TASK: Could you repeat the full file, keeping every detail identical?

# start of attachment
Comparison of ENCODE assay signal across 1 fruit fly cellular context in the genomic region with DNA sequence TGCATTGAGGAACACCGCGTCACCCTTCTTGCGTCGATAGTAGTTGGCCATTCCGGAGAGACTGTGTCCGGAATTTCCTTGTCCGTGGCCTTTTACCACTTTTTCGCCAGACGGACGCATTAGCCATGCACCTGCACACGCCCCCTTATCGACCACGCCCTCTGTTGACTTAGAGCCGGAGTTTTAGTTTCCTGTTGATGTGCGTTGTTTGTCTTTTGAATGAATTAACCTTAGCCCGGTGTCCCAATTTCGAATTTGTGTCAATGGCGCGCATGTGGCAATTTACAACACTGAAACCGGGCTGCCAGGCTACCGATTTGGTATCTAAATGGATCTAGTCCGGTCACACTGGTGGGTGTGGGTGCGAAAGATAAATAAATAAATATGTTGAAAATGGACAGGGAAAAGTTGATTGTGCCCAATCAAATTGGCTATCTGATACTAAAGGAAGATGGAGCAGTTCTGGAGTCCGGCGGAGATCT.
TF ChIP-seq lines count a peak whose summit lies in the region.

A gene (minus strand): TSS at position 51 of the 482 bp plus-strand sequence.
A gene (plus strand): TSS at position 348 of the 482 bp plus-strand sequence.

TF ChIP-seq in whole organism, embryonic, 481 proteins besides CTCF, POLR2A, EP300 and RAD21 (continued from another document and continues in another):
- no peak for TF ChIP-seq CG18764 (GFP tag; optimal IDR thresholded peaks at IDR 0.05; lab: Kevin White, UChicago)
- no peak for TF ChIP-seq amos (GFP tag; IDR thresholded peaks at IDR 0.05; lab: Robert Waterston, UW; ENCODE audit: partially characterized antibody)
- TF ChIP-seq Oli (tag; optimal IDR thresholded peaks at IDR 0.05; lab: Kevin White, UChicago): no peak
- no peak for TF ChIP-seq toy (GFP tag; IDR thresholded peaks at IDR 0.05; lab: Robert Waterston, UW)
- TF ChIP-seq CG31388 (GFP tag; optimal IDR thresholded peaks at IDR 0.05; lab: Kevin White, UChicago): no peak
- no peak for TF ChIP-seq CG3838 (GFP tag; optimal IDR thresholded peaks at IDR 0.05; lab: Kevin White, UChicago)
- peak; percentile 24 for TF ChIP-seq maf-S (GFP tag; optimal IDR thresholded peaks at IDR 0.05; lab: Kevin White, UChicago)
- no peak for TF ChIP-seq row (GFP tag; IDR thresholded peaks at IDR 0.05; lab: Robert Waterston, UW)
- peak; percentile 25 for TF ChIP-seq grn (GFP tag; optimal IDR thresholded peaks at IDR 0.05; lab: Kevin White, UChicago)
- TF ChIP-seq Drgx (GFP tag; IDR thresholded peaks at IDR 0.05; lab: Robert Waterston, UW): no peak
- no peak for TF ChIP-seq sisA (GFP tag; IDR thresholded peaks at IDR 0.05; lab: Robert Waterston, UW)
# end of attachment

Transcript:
Comparison of ENCODE assay signal across 1 fruit fly cellular context in the genomic region with DNA sequence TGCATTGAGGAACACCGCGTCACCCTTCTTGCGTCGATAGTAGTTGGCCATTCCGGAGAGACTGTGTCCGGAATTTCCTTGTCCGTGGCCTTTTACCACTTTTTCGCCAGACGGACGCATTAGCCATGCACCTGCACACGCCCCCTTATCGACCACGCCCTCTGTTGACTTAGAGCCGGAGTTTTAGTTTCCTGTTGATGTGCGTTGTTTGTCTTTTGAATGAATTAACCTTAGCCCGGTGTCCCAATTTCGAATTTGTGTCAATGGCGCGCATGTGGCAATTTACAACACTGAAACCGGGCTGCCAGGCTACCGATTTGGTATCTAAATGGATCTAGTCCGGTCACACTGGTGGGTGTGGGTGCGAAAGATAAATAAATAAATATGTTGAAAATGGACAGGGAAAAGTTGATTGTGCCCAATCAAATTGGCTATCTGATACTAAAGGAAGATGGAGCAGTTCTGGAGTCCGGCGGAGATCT.
TF ChIP-seq lines count a peak whose summit lies in the region.

A gene (minus strand): TSS at position 51 of the 482 bp plus-strand sequence.
A gene (plus strand): TSS at position 348 of the 482 bp plus-strand sequence.

TF ChIP-seq in whole organism, embryonic, 481 proteins besides CTCF, POLR2A, EP300 and RAD21 (continued from another document and continues in another):
- no peak for TF ChIP-seq CG18764 (GFP tag; optimal IDR thresholded peaks at IDR 0.05; lab: Kevin White, UChicago)
- no peak for TF ChIP-seq amos (GFP tag; IDR thresholded peaks at IDR 0.05; lab: Robert Waterston, UW; ENCODE audit: partially characterized antibody)
- TF ChIP-seq Oli (tag; optimal IDR thresholded peaks at IDR 0.05; lab: Kevin White, UChicago): no peak
- no peak for TF ChIP-seq toy (GFP tag; IDR thresholded peaks at IDR 0.05; lab: Robert Waterston, UW)
- TF ChIP-seq CG31388 (GFP tag; optimal IDR thresholded peaks at IDR 0.05; lab: Kevin White, UChicago): no peak
- no peak for TF ChIP-seq CG3838 (GFP tag; optimal IDR thresholded peaks at IDR 0.05; lab: Kevin White, UChicago)
- peak; percentile 24 for TF ChIP-seq maf-S (GFP tag; optimal IDR thresholded peaks at IDR 0.05; lab: Kevin White, UChicago)
- no peak for TF ChIP-seq row (GFP tag; IDR thresholded peaks at IDR 0.05; lab: Robert Waterston, UW)
- peak; percentile 25 for TF ChIP-seq grn (GFP tag; optimal IDR thresholded peaks at IDR 0.05; lab: Kevin White, UChicago)
- TF ChIP-seq Drgx (GFP tag; IDR thresholded peaks at IDR 0.05; lab: Robert Waterston, UW): no peak
- no peak for TF ChIP-seq sisA (GFP tag; IDR thresholded peaks at IDR 0.05; lab: Robert Waterston, UW)